I agree. But where I disagree, to a certain extent, is that I think that cases with colorable claims should be heard on the merits, even if you and I don’t think they will win because the underlying activity is morally objectionable. Take for example President Clinton. Though I’m not a huge fan of his, I did watch his impeachment confirmation hearings/trial in the Senate. If the Senate had just said, “I don’t think we even need to hear the facts. . . we should deny any hearing because the underlying activity was Adultery”, then he would have been removed from office. As it was, however, the Senate did hear the case on its merits, the defense was quite persuasive, many facts came to light that weren’t previously understood, and he wasn’t removed from office. So, let each dog have his day in court.

  68. Bob on August 19, 2007 at 1:53 pm

    #67: I don’t feel you should bring a case to court without a change to win, just to prove a point. Pick another ‘venue’. Like a Blog!

  69. Bob on August 19, 2007 at 7:56 pm

    #68: that’s chance to win. Did you know that 50% of attorneys lose in trial?

  70. John Taber on August 19, 2007 at 10:07 pm

    Then there was a case about eleven years ago (right after I graduated from BYU) where a woman mentioned in a chatroom that her marriage wasn’t going well. A man in that chatroom felt sorry for her and sent her flowers, and when the woman’s husband found out he stabbed her to death. (The other man is a sports-talk radio host in Philadelphia, just up the road from me.)

    Who could sue who in that one?

    Adam, I suppose your next argument is going to be that only married adults should have the right to vote . . .

  71. Bob on August 20, 2007 at 2:06 pm

    #70: Everyone sue Adam for starting this!

  72. Adam Greenwood on August 20, 2007 at 2:13 pm

    Yes, John T. Married adults, unmarried children, and polygamous bovines should vote, but that’s it.

  73. Dan S. on August 20, 2007 at 5:35 pm

    #68 – I agree. I think I said “colorable” claim, which, I beleive, means that there is some chance of winning. Attorneys should review the facts before hand and determine whether or not there is a chance of winning. I’d think that attorneys who take cases on a contingency of winning certain wouldn’t go to court unless they thought there was a good chance of winning or settling. Those attorneys who take a case on straight fees, however, might unethically take a case to trial even without a good chance of winning in hopes of just milking a client of money. I believe there are some forms of censure for attorney’s who do that repeatedly. State bars should take responsibilty for monitoring that kind of thing.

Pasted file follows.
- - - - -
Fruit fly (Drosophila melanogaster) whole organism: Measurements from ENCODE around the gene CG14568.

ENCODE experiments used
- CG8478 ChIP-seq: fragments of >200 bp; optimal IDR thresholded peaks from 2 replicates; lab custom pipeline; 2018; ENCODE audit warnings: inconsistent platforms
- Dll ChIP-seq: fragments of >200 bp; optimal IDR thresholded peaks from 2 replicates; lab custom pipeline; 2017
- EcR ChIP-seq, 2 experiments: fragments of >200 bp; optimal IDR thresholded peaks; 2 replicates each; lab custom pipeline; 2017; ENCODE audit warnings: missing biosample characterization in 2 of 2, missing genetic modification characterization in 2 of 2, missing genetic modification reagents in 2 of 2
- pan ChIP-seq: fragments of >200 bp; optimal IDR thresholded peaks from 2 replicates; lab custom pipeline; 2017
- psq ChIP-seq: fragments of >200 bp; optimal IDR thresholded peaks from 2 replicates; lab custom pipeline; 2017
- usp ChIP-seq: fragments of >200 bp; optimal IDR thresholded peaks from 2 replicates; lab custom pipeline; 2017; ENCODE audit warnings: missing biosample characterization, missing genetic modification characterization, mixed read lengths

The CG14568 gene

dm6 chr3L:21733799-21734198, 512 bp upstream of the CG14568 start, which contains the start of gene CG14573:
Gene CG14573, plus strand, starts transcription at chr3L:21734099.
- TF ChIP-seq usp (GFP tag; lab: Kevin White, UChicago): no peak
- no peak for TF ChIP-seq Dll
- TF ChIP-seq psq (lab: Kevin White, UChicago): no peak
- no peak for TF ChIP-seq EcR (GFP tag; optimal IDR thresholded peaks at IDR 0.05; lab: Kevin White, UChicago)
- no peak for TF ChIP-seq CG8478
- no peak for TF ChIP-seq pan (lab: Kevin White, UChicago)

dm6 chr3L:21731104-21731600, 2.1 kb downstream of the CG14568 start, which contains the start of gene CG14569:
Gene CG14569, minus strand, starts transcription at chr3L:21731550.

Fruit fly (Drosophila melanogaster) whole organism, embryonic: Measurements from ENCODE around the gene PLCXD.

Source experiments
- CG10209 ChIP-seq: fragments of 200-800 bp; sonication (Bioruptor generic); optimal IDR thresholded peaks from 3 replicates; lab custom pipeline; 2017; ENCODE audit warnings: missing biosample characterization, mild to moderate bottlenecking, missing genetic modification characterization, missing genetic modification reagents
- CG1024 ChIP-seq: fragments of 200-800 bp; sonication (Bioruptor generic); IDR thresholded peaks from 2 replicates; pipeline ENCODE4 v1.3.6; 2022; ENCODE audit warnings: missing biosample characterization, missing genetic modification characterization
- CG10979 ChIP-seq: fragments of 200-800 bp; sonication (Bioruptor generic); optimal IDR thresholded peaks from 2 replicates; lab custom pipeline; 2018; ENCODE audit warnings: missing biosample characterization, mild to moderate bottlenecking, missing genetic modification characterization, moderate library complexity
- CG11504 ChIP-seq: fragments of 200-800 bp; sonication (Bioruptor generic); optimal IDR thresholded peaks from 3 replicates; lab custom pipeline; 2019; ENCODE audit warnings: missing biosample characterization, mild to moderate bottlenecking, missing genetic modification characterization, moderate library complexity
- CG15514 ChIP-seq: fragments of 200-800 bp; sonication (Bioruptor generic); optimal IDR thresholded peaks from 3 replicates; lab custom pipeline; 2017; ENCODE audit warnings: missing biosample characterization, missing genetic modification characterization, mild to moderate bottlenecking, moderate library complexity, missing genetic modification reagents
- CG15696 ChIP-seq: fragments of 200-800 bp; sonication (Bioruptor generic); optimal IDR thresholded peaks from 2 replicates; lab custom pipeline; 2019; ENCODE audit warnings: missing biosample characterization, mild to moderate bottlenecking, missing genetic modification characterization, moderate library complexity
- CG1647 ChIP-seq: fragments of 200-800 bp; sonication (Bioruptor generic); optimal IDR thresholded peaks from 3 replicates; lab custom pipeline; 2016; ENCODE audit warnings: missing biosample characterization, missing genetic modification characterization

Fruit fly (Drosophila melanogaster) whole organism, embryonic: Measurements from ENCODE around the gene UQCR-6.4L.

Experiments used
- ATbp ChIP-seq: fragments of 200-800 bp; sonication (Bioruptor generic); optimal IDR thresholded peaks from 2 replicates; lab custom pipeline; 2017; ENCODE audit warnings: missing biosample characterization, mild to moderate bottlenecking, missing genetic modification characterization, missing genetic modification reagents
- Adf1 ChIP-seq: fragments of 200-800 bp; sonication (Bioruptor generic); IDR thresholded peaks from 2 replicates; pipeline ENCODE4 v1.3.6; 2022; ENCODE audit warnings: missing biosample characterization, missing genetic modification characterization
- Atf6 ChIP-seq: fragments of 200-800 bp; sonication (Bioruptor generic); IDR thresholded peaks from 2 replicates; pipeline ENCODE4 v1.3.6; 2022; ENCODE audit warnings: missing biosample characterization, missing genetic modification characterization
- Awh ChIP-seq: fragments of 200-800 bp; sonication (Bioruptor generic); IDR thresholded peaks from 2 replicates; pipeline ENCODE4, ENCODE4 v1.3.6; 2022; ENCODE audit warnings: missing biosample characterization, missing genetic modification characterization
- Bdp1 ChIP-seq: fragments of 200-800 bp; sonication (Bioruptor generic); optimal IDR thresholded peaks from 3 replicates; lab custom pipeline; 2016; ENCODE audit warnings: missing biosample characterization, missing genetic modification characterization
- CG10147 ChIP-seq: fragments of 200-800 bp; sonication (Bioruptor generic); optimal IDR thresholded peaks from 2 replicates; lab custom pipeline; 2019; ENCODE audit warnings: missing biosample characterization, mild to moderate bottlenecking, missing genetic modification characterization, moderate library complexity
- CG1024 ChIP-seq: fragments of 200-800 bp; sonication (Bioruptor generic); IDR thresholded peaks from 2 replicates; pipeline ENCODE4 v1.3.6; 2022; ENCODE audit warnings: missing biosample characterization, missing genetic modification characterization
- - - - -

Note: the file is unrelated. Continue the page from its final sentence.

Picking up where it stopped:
I’d be curious to know what you think the guidelines should be for determining that a case has no chance of winning. For me, it would either have to be a claim fabricated from nothing – no legal writing, no case law, no sense of equity, no nothing – or a case whose facts match a pattern of consistent loss or dismissal. But, I don’t see this particular case being either one of those.

    #69 – . . .that’s a good one.

  74. Adam Greenwood on August 20, 2007 at 5:41 pm

    When I say “legal” versus “illegal” I’m talking in a broad sense about torts and civil actions too.

    All right, but then you’re just arguing a tautology. Of course ‘legal’ activity should always be a valid basis for tort or contract actions in your view because ‘legal’ means ‘a valid basis for tort or contract action.’ I don’t want to argue semantics, so I’ll use your terms. Even if a jurisdiction does not make adultery “criminal,” it does not need to and should not make adultery “legal.”

  75. Dan S. on August 20, 2007 at 6:28 pm

    #74 – To me, this case doesn’t make adultery legal (even if adultery occured). Let’s say you and I are in business together running a blog. Jane Doe asks if she can invest in the business. She confides that she has borrowed the money from her pimp. She agrees that she will invest the money as long as we don’t send a receipt to her house explaining her investment. We stupidly agree, but then send a receipt to her house. Her husband finds out and beats her. She sues us for the medical expenses. If the court hears the case, is the court legalizing prostitution or wife beating? No. The compensable right is based on our agreement and the consequences of our failure to keep the knowledge secret.

  76. Dan S. on August 20, 2007 at 7:42 pm

    However, for sake of argument, setting my view on these facts aside, should adultery, or other objectionably moral activities be “legal” (provide a compensable right) just because the law doesn’t make them “illegal”? Yes if the facts merit a fair review.

  77. Adam Greenwood on August 20, 2007 at 8:11 pm

    Why? What does reviewing the facts have to do with it?

  78. Bob on August 20, 2007 at 10:00 pm

    #73: To be clear, I an not an attorney, but retired after 30 years as an Adjuster handling mainly PI Llitigations. (1500+ MSCs). “guidelines should be for determining that a case has no chance of winning”. Civil Court is theater, it’s not about the law, it is the ‘preponderance of evidence’. it will come down to personalties or life styles. OR: we will give the money to who we like! We like Firemen, School Teachers, Guys married 40 years,Guys who have not called in sick to 40 years,Kids with scars, and THAT FUNNY ATTORNEY. We won’t give money to: people without jobs when they should have one, Rich people, Whiners, Male Arabs, or THAT SMART ASS ATTORNEY. Many a time, I let a case go all the way thinking having the law or facts on my side would be enough to win, only to end up writing a check.

  79. Dan S. on August 21, 2007 at 12:08 am

    #77 – With a question like that, I think you might be offering up lip service to this thread at this point. So, I’m going to follow suit and sign out.

    #78 – Bob, I hear you. I’m still interested in hearing what you would consider to be guidelines for determing that a case has no winning chance.